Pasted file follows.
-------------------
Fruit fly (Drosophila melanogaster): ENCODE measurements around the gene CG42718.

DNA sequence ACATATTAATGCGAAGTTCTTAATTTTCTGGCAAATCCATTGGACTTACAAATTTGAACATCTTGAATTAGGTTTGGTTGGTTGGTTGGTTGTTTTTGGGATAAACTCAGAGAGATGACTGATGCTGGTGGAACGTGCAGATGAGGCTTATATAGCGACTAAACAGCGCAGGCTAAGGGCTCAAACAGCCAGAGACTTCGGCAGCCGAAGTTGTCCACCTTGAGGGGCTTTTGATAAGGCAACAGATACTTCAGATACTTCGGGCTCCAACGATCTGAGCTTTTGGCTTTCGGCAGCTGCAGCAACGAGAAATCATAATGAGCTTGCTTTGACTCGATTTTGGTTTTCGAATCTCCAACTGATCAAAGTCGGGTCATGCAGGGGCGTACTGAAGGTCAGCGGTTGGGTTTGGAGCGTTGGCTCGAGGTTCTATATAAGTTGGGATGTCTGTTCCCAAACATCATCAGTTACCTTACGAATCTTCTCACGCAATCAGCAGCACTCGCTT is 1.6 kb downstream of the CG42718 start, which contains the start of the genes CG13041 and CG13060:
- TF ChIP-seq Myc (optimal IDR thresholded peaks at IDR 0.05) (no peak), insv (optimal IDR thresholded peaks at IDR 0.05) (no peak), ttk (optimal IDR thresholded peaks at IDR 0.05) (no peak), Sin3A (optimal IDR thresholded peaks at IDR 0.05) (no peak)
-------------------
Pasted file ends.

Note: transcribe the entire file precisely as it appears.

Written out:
Fruit fly (Drosophila melanogaster): ENCODE measurements around the gene CG42718.

DNA sequence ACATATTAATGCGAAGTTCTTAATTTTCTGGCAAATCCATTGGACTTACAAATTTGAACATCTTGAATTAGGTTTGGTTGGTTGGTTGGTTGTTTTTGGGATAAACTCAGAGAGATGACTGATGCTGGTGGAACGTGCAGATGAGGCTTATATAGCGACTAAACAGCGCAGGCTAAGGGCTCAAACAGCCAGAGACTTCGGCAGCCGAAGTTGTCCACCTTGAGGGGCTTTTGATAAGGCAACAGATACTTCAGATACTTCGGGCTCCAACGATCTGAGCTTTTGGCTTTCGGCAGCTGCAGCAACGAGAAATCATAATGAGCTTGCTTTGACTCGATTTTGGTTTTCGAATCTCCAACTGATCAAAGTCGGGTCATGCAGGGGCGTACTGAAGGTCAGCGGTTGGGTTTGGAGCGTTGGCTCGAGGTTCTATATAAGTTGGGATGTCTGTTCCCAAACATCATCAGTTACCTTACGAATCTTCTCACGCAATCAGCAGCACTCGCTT is 1.6 kb downstream of the CG42718 start, which contains the start of the genes CG13041 and CG13060:
- TF ChIP-seq Myc (optimal IDR thresholded peaks at IDR 0.05) (no peak), insv (optimal IDR thresholded peaks at IDR 0.05) (no peak), ttk (optimal IDR thresholded peaks at IDR 0.05) (no peak), Sin3A (optimal IDR thresholded peaks at IDR 0.05) (no peak)